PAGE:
Chicago Drive-In
Pavement Entertainment

The ol’ switcheroo

| March 9, 2011 | 0 Comments

The process of selecting opening acts will confuse and frustrate fans until their dying (fandom) days. The mind still spins when wondering why Bobcat Goldthwait warmed up for Nirvana on their final American tour.

Ninety-five percent of ill-fitting choices aren’t quite so perplexing (though Smashing Pumpkins/The Frogs and Coldplay/Santogold spring to mind), and often most are negligible. We probably wouldn’t have noticed the fact Oh Land is opening for OMD if we didn’t know Xylos were playing the same night right across town.

Any other night, and Oh Land would be a great match. Her ebullient, self-titled Epic debut feels like Lykke Li working her way through a package of Big League Chew. The synth tones are retro without being nostalgic, and her lyrics could be the thoughts of any mixed-up John Hughes creation and the infectious “Sun Of A Gun” their theme song. She pulls from Italo disco and dubstep, hitting all the right notes without spiralling off into Weirdville. Befitting her past as a classically trained dancer, the layered orchestrations and harmonies take days to digest. (Saturday@Park West with OMD.)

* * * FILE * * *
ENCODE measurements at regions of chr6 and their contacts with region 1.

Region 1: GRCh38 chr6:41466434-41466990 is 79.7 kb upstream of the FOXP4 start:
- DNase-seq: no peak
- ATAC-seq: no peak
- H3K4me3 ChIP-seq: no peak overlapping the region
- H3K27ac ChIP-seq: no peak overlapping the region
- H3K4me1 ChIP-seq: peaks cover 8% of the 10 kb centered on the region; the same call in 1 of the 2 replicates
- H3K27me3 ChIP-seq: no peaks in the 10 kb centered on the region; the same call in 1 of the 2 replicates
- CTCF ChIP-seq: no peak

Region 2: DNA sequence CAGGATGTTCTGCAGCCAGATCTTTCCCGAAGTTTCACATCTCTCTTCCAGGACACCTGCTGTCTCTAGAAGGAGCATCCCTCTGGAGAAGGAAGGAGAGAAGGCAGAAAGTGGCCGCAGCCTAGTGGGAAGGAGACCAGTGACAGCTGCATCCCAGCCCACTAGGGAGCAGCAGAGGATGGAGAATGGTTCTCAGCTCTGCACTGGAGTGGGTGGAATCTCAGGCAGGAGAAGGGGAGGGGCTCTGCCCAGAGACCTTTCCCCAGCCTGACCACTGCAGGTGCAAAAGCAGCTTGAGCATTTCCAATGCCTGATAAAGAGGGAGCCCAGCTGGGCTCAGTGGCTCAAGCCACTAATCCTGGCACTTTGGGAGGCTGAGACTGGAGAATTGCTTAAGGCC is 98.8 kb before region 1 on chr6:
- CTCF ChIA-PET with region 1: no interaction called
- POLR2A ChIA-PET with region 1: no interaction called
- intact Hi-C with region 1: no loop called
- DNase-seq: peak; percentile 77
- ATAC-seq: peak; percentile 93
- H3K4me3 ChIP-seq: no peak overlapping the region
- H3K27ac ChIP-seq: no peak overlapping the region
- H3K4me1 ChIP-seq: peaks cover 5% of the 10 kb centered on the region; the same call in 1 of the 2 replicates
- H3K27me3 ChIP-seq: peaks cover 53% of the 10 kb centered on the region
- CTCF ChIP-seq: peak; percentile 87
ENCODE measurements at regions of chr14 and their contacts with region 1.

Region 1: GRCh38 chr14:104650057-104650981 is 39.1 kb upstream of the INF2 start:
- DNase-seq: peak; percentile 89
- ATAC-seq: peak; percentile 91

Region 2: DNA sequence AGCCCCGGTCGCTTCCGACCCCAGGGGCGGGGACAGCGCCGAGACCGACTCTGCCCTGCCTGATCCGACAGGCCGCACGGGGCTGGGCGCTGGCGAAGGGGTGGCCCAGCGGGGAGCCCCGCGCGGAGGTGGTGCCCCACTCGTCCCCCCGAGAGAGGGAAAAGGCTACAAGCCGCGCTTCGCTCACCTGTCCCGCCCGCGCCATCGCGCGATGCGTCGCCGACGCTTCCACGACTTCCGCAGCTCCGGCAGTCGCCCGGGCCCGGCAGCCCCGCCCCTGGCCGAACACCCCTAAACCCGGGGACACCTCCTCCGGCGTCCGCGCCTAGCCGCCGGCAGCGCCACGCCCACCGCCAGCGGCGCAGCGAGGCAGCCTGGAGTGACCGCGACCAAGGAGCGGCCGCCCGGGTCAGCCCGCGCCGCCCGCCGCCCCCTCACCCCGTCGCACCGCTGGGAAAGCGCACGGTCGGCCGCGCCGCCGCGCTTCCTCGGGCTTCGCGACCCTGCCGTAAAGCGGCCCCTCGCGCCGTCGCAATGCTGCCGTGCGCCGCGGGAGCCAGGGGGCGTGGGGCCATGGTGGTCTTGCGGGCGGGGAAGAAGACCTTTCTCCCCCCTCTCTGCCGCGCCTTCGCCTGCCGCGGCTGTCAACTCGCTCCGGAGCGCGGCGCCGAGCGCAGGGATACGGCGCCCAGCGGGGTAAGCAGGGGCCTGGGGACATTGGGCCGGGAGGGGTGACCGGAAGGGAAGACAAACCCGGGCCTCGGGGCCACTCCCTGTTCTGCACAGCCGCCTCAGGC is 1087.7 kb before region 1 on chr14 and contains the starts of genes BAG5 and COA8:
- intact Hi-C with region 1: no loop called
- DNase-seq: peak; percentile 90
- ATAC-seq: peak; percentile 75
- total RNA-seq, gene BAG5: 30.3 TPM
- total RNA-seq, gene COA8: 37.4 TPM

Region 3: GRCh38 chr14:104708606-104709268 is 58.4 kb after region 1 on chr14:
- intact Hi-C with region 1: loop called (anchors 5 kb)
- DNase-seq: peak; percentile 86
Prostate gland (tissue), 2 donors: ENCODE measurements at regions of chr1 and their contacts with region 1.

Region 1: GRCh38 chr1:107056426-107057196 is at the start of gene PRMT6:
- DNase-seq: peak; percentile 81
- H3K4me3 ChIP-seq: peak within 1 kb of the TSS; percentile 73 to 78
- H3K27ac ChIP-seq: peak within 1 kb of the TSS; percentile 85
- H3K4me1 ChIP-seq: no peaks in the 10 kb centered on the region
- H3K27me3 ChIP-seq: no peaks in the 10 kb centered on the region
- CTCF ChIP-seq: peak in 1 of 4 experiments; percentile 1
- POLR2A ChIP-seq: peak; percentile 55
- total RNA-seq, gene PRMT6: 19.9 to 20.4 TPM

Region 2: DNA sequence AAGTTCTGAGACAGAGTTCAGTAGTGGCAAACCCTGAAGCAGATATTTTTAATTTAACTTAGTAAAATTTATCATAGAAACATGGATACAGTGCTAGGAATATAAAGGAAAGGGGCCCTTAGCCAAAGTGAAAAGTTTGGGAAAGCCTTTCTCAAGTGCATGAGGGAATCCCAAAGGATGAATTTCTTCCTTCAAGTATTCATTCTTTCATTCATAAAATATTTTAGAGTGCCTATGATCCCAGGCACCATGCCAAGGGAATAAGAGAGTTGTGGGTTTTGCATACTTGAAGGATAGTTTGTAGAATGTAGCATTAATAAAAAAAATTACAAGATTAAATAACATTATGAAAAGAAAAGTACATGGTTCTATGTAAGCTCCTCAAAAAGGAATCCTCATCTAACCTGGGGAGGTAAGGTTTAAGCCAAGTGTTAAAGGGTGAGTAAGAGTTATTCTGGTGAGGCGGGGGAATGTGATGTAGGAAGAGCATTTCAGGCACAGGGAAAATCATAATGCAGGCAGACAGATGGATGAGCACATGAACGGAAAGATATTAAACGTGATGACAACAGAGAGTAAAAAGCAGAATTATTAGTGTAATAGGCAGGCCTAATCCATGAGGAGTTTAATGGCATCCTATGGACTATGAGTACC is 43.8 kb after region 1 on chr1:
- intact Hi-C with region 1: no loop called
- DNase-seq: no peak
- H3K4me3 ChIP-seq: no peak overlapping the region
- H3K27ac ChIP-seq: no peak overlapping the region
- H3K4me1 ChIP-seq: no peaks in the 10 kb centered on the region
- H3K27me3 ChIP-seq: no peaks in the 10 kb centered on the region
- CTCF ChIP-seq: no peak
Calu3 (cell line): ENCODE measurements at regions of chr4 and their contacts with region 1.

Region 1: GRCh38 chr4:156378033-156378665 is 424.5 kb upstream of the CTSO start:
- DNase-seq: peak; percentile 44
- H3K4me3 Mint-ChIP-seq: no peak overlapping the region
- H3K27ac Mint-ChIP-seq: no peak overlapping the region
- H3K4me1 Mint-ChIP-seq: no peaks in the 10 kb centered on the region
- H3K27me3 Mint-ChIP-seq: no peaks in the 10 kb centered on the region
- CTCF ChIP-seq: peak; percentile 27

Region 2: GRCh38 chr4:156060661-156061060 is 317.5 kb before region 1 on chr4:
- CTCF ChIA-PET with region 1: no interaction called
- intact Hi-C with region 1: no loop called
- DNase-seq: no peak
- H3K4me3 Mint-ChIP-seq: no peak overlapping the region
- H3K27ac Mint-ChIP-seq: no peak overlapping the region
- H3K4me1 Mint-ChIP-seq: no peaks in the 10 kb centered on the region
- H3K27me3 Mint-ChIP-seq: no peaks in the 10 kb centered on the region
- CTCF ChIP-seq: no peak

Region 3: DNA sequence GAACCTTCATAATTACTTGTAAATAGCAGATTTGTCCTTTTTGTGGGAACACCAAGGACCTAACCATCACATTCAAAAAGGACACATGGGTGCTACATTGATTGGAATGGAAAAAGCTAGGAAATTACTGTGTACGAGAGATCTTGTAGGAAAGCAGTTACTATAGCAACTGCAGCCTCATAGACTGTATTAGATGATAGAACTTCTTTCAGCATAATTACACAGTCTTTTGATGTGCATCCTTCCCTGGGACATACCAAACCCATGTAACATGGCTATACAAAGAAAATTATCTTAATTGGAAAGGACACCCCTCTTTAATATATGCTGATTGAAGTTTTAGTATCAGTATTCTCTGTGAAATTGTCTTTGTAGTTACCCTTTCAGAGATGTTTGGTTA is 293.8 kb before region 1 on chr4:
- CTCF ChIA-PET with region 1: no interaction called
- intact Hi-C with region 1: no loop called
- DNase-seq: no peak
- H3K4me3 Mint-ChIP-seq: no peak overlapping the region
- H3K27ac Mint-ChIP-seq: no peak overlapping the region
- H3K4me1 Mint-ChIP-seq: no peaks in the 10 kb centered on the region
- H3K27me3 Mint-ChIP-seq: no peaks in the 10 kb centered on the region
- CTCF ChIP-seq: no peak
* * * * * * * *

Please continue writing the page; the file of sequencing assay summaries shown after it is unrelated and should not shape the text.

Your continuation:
But Xylos might be slightly more apt. The Brooklyn-based band’s self-titled debut — due April 5th — was tracked by Yeasayer and Chairlift producer Britt Myers, who slides it right in the pocket of European synth pop of OMD (and Kate Bush’s) era. Again, that’s not to say it’s a carbon-copy throwback, but the way lead singer Monika Heidemann styles her voice keeps her distant from the Myspace-bred assembly-line divas of the milieu. She expertly sighs and soars, lilts and teases. It’s a theatrical tool that would give OMD’s older fans something to chew on before they went on bashing new music. (Saturday@Schubas with The Parlotones and Bright White.)

Of course, you could go for a show that needs no opener because it’s like three-in-one. The lead singers of Dawes, Deer Tick, and Delta Spirit (what’s with all the Ds?) have formed Middle Brother. While they could have gone and simply rehashed their steady bands’ songs in a new environment, the trio crafted a self-titled record that shows they’ve been listening to a lot of The Band, and maybe The Felice Brothers to see how to do it in a modern context. That said, they did bring some openers, and you’ll never guess who. (Saturday@Metro with Dawes and Deer Tick.)

— Steve Forstneger

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Category: Featured, Stage Buzz, Weekly

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